Installation view, the piece on the floor in the centre is Dogdays, 2008-2011

The exhibition is full of all sorts of mundane objects made fascinating, mounted on their concrete plinths and transformed into abstract sculptures. There are tape measures, huge spheres made of electrical wires and cable ties, sheets of intricate mesh, plastic circles that look like bottle tops, all celebrating the vibrancy of artificial colour. There’s not much suggesting the natural world in here, though shards of glass stuck in concrete look remarkably like window boxes. Rather, it’s the things we have invented that take precedence, repurposed and reframed by Batchelor, the magpie-esque collector of all things shiny, bright and saturated.

Geo-Concreto 06, 2018 (left) and Geo-Concreto 02, 2018 (right)

Yet for all of their man-made qualities, the show is not about looking at the pristine perfection of these objects, but rather their imperfections. The paintings on the walls are made using spray paint, giving them a mechanical shine that seems totally devoid of the artist’s hand, yet the circles themselves are misshapen and pleasingly wobbly, with the occasional splodge of paint that may not have been intended, but remains present on the canvas nonetheless.

Part of the Concreto 1.0h series

Much more tactile than the paintings, however, are their partner sculptures, made by precariously stacking the lids of paint pots on to of one another, the paint crusty, wrinkled and stippled, crying out to be prodded and poked. Some sculptures are framed by fluorescent fabric backdrops, and the much maligned plastic bottle is transformed the ultimate 21st century chandelier.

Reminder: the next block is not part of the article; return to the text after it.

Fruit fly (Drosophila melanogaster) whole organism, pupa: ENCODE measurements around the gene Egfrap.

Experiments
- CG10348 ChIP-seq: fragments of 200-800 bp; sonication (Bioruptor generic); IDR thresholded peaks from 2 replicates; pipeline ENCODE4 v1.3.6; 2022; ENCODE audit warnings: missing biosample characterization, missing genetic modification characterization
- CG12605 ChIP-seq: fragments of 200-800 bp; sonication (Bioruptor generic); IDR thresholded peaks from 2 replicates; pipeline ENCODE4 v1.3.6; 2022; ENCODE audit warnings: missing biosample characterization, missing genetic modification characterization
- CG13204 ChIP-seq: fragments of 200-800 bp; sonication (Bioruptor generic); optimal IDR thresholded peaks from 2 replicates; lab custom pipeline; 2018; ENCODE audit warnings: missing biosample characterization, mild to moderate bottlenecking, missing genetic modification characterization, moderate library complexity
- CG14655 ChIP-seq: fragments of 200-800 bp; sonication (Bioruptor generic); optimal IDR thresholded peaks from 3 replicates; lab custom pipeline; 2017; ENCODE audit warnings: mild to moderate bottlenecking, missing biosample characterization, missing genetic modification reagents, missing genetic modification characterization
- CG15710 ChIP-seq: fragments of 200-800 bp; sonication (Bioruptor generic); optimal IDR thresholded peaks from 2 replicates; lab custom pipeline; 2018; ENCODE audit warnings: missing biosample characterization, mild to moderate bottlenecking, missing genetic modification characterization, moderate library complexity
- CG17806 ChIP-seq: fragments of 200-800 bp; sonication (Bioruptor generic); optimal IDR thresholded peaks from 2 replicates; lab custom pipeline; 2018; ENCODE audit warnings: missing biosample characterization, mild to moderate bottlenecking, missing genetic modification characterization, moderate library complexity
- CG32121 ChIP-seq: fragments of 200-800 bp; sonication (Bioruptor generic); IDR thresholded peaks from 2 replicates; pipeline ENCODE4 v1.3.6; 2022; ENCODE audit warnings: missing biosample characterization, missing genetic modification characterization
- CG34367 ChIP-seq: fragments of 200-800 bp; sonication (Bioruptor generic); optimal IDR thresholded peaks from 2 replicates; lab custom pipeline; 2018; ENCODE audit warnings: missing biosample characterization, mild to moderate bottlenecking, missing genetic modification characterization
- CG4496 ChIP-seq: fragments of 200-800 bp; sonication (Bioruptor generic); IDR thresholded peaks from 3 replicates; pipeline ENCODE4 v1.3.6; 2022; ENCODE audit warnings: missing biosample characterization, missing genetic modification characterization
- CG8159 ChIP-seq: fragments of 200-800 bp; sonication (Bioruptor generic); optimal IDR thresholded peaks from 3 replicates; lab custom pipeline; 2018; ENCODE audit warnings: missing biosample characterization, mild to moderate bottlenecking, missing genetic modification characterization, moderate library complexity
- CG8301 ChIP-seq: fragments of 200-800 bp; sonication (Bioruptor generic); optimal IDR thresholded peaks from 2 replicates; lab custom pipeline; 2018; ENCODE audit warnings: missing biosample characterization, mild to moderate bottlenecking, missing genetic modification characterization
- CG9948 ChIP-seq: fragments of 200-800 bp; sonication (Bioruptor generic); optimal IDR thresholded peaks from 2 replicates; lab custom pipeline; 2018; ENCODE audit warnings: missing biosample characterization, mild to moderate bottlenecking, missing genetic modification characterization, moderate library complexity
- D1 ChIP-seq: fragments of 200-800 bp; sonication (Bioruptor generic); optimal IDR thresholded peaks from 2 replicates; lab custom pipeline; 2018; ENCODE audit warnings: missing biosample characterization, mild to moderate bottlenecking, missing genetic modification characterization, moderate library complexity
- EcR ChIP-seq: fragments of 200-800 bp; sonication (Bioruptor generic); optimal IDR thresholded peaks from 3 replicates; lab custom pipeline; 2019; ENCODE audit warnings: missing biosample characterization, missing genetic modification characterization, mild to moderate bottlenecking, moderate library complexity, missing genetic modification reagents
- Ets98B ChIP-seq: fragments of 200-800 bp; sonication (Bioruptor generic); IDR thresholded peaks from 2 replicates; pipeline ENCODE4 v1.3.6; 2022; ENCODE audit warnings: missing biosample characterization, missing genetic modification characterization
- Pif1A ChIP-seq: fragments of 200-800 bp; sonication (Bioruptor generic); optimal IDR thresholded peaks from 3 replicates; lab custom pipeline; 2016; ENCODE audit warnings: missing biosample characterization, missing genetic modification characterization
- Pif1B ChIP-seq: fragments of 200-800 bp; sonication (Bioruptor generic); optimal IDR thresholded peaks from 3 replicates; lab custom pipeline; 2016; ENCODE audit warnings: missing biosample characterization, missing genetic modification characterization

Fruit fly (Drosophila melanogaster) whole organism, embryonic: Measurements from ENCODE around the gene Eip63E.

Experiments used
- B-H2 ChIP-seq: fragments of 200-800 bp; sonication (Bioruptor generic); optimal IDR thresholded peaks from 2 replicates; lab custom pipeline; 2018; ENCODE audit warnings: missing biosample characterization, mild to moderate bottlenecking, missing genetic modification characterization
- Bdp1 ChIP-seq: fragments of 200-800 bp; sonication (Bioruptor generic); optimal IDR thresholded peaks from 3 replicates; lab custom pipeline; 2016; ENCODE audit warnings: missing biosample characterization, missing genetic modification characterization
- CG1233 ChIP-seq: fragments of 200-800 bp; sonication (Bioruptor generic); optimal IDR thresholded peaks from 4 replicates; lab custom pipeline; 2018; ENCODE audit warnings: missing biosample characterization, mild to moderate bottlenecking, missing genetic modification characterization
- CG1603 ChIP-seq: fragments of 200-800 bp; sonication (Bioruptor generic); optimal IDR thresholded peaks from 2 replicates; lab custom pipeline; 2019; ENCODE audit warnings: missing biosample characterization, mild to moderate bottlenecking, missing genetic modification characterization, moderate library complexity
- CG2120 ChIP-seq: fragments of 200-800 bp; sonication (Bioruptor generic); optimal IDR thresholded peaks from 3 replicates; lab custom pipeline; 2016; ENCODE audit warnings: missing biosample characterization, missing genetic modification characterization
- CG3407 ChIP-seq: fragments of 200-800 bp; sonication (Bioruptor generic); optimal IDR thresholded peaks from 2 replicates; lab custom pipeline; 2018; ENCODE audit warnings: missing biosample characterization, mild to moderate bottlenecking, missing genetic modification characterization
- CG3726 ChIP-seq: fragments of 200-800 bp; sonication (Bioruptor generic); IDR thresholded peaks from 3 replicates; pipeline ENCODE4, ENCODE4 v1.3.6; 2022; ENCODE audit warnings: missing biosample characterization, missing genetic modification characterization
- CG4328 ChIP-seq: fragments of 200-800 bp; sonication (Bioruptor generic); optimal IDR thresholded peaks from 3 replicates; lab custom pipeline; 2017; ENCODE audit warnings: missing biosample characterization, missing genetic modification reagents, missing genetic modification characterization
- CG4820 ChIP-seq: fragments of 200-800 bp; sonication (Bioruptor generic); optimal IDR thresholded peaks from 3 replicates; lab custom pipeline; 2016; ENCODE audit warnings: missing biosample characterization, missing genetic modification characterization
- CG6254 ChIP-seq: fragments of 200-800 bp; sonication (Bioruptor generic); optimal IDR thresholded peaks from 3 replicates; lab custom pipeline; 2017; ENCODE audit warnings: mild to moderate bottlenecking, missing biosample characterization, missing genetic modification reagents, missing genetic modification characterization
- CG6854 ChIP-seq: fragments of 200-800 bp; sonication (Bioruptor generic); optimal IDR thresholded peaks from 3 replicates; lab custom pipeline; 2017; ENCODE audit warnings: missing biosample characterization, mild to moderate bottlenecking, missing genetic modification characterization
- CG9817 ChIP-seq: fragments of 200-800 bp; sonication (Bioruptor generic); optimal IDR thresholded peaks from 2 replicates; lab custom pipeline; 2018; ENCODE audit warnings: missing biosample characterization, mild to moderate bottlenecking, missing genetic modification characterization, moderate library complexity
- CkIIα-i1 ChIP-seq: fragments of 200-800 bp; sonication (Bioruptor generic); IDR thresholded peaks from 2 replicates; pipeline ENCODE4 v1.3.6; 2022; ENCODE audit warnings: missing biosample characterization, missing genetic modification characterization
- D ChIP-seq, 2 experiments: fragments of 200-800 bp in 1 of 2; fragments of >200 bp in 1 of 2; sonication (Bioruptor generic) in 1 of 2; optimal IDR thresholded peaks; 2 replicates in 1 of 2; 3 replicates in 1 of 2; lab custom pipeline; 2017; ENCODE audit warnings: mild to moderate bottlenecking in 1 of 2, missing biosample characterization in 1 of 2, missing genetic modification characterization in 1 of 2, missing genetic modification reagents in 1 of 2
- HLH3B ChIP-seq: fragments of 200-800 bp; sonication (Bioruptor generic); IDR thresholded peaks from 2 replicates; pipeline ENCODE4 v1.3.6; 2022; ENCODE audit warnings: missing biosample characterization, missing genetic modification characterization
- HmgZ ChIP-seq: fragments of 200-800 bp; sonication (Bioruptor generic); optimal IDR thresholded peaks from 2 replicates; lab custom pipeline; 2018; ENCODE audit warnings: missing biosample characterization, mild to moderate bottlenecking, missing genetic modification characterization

It’s art that’s fun, accessible, and shows us the possibility of finding beauty in the most basic of everyday things, a skill we need more than ever at the moment.

Candela, 2016

Bridget Riley, National Galleries Scotland

This week, I finally got round to seeing the Bridget Riley exhibition at the Scottish National Gallery. A couple of friends had been telling me how great the show was, and the critics had been raving about it, so I knew I had to catch it before it closes (Sunday 22nd September), and moves to the Hayward Gallery in London for its second leg.

Riley was a key figure in the Op Art movement, which developed in the 1960s and used abstract patterns and geometric shapes to create optical illusions in art. You can see that straight away, with Cataract 3, in Room 1. The whole painting is pulsating and vibrating with energy, in a way that makes you want to reach out and check that the canvas itself isn’t undulating. It’s a dizzying experience and quite a shock to the system.